Uncommon Descent Serving The Intelligent Design Community

Is Richard Dawkins too easy a story at this point?

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So Brit journo Nick Cohen thinks:

Dawkins is the sluggish pundit’s dream. It does not matter which paper you work for. Editors of all political persuasions and none will take an attack on Darwin’s representative on earth. With the predictability of the speaking clock, Owen Jones, the Peter Hitchens of the left, thinks the same as Craig Brown, Private Eye’s high Tory satirist. Tom Chivers, the Telegraph’s science blogger, says the same as Andrew Brown, the Guardian’s religious affairs correspondent. The BBC refuses to run contrary views. It assures the nation that ‘militant’ atheism is as fanatical as militant religion — despite the fact that no admirer of The God Delusion has ever planted a bomb, or called for the murder of homosexuals, Jews and apostates.

Sharp operators could sell the same piece a dozen times without changing a word. Read the papers, and you will suspect that is exactly what sharp operators have done.

Maybe they all need each other?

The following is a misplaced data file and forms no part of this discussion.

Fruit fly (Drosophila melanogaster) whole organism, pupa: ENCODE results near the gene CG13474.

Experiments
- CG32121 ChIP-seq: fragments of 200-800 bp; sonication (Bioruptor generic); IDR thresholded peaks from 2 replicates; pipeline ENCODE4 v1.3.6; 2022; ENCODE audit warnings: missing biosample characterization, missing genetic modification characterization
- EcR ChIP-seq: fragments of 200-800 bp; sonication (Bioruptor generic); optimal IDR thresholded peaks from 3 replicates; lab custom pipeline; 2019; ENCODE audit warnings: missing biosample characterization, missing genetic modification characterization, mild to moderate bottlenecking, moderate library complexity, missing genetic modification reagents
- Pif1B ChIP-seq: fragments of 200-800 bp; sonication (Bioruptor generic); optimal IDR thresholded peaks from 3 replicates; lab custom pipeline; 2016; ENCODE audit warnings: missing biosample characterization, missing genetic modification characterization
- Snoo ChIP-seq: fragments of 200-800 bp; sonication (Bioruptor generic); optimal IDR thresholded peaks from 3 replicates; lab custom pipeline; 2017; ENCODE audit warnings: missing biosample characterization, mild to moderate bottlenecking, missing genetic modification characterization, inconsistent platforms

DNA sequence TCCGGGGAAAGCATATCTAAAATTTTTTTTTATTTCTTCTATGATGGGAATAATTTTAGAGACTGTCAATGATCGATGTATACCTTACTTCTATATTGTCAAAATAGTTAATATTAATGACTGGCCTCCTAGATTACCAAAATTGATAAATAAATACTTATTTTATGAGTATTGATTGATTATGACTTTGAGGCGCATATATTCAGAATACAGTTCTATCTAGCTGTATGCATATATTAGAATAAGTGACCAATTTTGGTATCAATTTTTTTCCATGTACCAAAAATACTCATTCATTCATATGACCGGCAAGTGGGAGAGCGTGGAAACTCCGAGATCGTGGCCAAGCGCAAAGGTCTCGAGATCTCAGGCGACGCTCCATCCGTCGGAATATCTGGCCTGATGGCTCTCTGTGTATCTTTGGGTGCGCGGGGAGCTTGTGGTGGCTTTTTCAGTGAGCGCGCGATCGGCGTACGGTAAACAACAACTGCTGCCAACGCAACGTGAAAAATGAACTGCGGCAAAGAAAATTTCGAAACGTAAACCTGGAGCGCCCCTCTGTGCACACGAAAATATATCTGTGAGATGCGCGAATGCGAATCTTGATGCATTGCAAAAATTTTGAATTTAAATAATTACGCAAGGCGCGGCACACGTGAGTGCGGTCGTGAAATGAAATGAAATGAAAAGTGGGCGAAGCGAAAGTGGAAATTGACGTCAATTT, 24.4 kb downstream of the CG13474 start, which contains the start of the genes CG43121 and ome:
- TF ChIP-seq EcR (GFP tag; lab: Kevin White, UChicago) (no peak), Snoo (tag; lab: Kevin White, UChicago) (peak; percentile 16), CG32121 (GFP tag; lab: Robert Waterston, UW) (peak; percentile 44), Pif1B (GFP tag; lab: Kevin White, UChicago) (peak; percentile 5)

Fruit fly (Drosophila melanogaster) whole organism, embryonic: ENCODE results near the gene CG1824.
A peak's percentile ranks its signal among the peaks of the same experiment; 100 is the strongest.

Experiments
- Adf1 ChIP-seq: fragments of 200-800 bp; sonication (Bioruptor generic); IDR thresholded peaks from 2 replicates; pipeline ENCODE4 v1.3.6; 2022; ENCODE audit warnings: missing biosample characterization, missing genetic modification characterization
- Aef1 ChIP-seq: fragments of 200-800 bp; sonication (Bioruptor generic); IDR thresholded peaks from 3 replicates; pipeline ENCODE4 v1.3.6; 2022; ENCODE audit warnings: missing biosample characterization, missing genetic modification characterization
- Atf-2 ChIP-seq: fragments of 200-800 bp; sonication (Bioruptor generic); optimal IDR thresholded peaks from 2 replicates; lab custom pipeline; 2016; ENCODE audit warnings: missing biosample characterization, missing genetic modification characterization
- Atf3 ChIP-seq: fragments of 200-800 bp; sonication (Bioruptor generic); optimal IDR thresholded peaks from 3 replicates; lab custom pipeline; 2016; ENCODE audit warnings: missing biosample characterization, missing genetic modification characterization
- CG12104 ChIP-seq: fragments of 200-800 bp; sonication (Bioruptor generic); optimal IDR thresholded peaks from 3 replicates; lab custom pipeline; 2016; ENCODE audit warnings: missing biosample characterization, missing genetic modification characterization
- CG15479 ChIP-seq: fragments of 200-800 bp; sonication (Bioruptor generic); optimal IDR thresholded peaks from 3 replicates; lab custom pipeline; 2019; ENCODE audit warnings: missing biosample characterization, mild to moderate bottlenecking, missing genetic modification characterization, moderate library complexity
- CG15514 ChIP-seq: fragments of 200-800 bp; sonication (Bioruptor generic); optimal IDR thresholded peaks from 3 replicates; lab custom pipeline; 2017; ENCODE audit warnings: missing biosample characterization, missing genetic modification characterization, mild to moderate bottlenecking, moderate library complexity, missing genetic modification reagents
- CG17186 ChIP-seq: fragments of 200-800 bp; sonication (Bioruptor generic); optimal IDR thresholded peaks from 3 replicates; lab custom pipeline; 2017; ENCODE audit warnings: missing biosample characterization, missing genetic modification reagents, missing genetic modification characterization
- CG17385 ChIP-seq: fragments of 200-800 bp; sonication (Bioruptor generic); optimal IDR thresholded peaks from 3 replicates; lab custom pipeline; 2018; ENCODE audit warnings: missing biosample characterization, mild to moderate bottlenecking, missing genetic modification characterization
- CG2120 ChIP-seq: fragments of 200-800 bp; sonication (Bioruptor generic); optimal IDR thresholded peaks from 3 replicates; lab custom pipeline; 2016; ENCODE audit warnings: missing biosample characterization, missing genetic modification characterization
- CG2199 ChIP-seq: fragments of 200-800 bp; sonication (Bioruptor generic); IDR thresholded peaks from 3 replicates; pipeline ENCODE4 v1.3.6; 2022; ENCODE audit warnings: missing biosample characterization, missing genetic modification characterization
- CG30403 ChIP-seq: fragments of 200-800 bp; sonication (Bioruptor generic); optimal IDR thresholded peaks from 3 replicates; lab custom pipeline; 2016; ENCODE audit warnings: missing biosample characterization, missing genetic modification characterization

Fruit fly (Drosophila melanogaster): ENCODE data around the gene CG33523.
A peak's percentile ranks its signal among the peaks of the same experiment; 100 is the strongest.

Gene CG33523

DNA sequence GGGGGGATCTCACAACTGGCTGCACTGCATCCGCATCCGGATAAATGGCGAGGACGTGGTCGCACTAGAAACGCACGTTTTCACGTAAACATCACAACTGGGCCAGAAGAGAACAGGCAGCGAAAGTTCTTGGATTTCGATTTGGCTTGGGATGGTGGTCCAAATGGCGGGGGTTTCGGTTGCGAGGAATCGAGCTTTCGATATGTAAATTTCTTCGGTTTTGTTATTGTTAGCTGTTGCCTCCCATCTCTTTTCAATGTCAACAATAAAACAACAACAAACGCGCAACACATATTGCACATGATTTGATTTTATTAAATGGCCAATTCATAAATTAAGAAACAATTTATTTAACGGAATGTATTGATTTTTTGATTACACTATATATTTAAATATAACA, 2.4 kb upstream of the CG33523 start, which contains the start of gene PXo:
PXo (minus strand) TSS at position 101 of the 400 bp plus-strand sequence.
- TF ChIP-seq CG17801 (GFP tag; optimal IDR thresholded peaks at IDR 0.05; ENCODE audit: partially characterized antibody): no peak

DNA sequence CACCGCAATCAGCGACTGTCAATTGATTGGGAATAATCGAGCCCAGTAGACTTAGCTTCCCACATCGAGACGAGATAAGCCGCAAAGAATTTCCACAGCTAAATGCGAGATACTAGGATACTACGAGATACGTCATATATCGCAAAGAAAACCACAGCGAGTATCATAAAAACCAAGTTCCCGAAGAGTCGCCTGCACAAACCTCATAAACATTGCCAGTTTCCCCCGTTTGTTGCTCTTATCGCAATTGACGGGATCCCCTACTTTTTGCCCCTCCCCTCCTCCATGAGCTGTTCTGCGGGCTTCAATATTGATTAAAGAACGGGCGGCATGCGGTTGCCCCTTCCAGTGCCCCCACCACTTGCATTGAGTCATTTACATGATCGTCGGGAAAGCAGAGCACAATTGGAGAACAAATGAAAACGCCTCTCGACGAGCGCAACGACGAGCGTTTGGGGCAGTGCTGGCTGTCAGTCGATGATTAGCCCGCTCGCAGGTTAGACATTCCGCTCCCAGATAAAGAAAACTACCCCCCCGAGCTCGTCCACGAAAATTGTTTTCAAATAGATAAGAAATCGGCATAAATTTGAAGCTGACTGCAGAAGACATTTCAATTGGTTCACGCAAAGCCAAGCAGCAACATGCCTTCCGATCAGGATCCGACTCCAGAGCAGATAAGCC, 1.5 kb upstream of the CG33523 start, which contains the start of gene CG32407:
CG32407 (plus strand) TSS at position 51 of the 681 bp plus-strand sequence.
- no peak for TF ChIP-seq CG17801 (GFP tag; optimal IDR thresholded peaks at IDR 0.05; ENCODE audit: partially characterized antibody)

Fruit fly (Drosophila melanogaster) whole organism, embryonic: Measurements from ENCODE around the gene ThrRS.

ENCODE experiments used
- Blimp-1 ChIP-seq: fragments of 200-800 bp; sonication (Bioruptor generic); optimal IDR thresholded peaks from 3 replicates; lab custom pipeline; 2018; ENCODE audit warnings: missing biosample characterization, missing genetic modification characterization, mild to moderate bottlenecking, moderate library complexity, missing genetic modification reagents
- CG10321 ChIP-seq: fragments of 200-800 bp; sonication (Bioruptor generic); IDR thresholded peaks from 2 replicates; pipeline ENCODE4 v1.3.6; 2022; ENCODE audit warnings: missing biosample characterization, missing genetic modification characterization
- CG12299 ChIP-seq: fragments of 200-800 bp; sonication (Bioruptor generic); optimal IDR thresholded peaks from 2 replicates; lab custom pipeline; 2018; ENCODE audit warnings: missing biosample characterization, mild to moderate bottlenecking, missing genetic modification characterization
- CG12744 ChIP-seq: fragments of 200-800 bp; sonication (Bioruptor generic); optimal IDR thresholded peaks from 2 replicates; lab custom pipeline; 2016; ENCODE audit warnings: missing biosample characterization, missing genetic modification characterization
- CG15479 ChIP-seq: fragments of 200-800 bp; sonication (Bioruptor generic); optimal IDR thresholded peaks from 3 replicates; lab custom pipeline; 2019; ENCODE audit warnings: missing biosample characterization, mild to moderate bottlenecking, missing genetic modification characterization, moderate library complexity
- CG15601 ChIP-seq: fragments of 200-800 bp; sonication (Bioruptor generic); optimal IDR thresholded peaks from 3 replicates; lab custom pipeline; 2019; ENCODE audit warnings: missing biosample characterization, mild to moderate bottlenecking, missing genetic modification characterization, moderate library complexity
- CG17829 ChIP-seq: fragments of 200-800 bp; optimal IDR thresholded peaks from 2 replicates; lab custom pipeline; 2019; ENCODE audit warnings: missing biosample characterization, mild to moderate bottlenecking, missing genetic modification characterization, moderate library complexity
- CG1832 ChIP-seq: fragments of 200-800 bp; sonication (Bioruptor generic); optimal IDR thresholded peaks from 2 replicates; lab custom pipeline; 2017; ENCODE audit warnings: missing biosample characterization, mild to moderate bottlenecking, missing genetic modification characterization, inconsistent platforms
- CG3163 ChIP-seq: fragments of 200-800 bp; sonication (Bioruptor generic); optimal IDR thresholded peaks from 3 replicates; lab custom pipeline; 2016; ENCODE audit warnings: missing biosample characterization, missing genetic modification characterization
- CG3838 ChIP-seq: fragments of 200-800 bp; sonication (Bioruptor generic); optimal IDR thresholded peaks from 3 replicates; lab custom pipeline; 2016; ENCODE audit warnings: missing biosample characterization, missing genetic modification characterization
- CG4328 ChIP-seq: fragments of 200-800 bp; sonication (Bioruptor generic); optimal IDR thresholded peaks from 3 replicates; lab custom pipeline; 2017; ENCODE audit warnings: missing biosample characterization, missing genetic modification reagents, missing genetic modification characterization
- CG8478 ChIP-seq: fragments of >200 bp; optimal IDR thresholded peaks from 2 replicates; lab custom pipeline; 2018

Comments
Re: #71: Abraham, Isaac, and Jacob fulfilled all the Torah commandments, even before Torah was given.LarTanner
August 25, 2013
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Alan Fox:
But if you restricted topics to ID, there wouldn’t be a lot to talk about, would there?
It has all already been discussed. You choked on it the first time around. You choked again the second time around and apparently you think your choking refutes ID. So now we bide our time discussing other things of interest.Joe
August 25, 2013
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as to: "Of course – hasn’t everyone?" Christ did not trespass objective morality, but was found to be morally perfect: 1 Peter 2:23 "He committed no sin, and no deceit was found in his mouth."bornagain77
August 25, 2013
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#68 BA77
Have either of you guys ever transgressed your own subjective moral standards
Of course - hasn't everyone?Mark Frank
August 25, 2013
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corrected link: “Bless The Broken Road” – Rascal Flatts – Music Video http://www.youtube.com/watch?v=8-vZlrBYLSUbornagain77
August 25, 2013
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Mr. Fox and Mr. Frank, A personal question. Have either of you guys ever transgressed your own subjective moral standards or do either of you guys consider yourselves to be morally perfect? (by the way, at first guess, I'd be pretty sure that some atheist do consider themselves morally perfect)